FIG. 19 illustrates an exemplary wafer embodiment of the present invention;

FIG. 20 shows another contact configuration for the functional block; and

FIG. 21 shows yet another contact configuration for the functional block.

DETAILED DESCRIPTION

A functional block 10 embodiment of the invention is described with reference to FIGS. 1-6. The functional block 10 is configured for magnetically directed self-assembly (MDSA) to an article 20, as illustrated, for example in FIG. 1. The MDSA method is described in commonly assigned, copending, concurrently filed U.S. patent application to W. H. Huber et al. entitled, “Methods for magnetically directed self assembly.” As shown, for example in FIG. 1, the functional block 10 includes at least one element 12 and a patterned magnetic film 14 attached to the element 12. As used here, the term “attached” should be understood to include patterned magnetic films 14 deposited on or otherwise affixed, either directly or indirectly, to the element 12 (as indicated in FIG. 1, for example), as well as patterned magnetic films 14 deposited on or otherwise affixed to an intermediate layer (not shown), such as SiO2 or Si3N4, formed on the element 12. In other examples, the film 14 is attached indirectly to the element, for example the film is affixed to a contact 24 for the element 12. Moreover, the term “attached” also encompasses patterned magnetic films 14 that are partially or fully embedded in the device (not shown). As discussed below in greater detail, in certain embodiments, the element 12 is formed in a semiconductor layer (also indicated by reference numeral 12). Thus, “attached to the element” means attached to the semiconductor layer, for these embodiments. In other words, a region 14 need not be affixed to the active portion of element 12 to be “attached to element 12.” Rather, in many configurations, the region may be affixed to an inactive portion of element 12.

As used herein, the term “film” refers to a structure having one or more layers. FIG. 17 illustrates an exemplary multilayer film embodiment, for example. For particular embodiments, the thickness of the structure is less than or equal to 100 microns. In other embodiments, non-magnetic spacer layers (not shown) are included, and the thickness of the structure is less than about one mm. For the arrangement shown in FIG. 2, the thickness of the film 14 is measured in the z direction. By “patterned” it is meant that the film has a shape, such that it does not extend across the entire surface of the element 12. The film 14 can be patterned using lithographic techniques, for example. As discussed in detail below, FIG. 13 illustrates an exemplary patterning process for patterning an un-patterned magnetic film 34 to form a patterned magnetic film 14. The patterned magnetic film 14 comprises one or more magnetic regions (also indicated by reference numeral 14). The magnetic region(s) 14 could be formed on the connecting surface 17 of the element 12, could be formed on an intermediate layer (not shown), could be disposed in the element 12 and either contained within the element 12 or extend past the connecting surface 17.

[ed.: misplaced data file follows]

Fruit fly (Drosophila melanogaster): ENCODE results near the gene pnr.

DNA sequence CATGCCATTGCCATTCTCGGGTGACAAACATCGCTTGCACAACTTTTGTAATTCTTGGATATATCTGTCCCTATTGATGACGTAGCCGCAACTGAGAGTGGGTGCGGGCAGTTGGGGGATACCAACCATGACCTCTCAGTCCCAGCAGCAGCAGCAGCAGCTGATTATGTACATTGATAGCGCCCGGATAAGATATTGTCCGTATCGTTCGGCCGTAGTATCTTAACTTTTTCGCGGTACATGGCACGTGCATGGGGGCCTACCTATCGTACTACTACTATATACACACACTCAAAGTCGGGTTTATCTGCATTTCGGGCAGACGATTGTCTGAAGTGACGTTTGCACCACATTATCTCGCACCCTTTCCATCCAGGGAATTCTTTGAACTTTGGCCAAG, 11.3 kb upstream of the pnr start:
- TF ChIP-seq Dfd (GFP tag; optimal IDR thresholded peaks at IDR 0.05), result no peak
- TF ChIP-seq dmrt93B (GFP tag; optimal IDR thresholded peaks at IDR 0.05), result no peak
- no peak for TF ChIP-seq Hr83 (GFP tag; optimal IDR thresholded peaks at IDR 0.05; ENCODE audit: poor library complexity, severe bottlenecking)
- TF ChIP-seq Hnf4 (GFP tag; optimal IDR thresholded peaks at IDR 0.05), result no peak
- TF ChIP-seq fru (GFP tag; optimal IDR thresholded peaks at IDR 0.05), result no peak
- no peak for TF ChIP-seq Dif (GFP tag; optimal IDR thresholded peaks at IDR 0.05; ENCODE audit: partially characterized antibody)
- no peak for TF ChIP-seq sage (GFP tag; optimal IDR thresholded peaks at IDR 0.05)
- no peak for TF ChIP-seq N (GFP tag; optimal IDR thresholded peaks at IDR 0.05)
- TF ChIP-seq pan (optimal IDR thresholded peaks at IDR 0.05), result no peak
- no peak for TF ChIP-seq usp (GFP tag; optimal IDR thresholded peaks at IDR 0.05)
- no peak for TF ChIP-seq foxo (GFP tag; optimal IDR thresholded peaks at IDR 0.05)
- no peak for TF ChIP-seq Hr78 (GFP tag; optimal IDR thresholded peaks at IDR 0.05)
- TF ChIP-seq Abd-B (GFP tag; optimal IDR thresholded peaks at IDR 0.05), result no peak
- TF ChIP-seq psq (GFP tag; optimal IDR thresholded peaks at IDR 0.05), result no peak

For certain embodiments, the functional block 10 includes a number of magnetic regions 14. In other embodiments, the functional block has a single magnetic region 14. Further, it should be noted that the magnetic region 14 may have any shape and may be symmetric or asymmetric. The depicted shapes for the regions 14 are merely illustrated examples.

As noted above, the magnetic region 14 may be rotationally symmetric or asymmetric about an axis that is perpendicular to the surface 7 of the magnetic region. As used herein, the term “rotationally symmetric” refers to geometries wherein any rotation of the functional block 12 around an axis perpendicular to the magnetic film 14, does not affect the position of the patterned magnetic film 14 or the contacts 24. For the exemplary embodiments shown in FIGS. 4, 5, and 9, the magnetic region 14 is symmetric. For each of the embodiments of FIGS. 7 and 10, the individual magnetic region 14 is not rotationally symmetric. For the embodiments shown in FIGS. 6 and 8, the patterned magnetic film 14 comprises magnetic regions 14 arranged in a rotationally asymmetric configuration. For the illustrated embodiment of FIG. 6, the individual magnetic regions 14 are rotationally symmetric, but all symmetry is broken by arranging the magnetic regions in opposite polarities.

The element 12 has a connecting surface 17, and the magnetic region 14 is configured to exhibit a magnetic moment μ that is oriented in a range of plus or minus forty-five degrees from a surface normal 19 for the connecting surface 17. By “configured” it is meant that the specified magnetic moment μ can be generated by application of a suitably large magnetic field and after such generation remains even in the absence of an applied magnetic field. As indicated, for example in FIG. 1, the connecting surface 17 is the surface of the element 12 configured to face the article 20. According to a more particular embodiment, the magnetic moment μ is oriented in a range of plus or minus twenty degrees, and more particularly, in a range of plus or minus ten degrees, from the surface normal 19 for the connecting surface 17. For the exemplary embodiment of FIG. 2, the magnetic moment μ is aligned along the surface normal 19 for the connecting surface 17. Beneficially, by aligning the magnetic moment μ of the patterned magnetic film 14 along the surface normal 19, connecting surfaces 17 of multiple elements 12 will repulse each other. In this manner, the tendency of the functional blocks 10 to agglomerate when dispensed in slurry, is reduced.